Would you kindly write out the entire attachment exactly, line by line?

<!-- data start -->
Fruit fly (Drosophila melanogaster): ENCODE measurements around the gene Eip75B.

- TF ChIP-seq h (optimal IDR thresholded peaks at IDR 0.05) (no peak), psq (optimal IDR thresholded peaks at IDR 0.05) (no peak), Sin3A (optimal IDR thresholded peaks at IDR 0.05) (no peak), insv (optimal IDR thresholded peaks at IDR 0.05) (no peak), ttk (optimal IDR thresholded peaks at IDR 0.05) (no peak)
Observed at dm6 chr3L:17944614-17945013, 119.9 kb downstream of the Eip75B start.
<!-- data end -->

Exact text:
Fruit fly (Drosophila melanogaster): ENCODE measurements around the gene Eip75B.

- TF ChIP-seq h (optimal IDR thresholded peaks at IDR 0.05) (no peak), psq (optimal IDR thresholded peaks at IDR 0.05) (no peak), Sin3A (optimal IDR thresholded peaks at IDR 0.05) (no peak), insv (optimal IDR thresholded peaks at IDR 0.05) (no peak), ttk (optimal IDR thresholded peaks at IDR 0.05) (no peak)
Observed at dm6 chr3L:17944614-17945013, 119.9 kb downstream of the Eip75B start.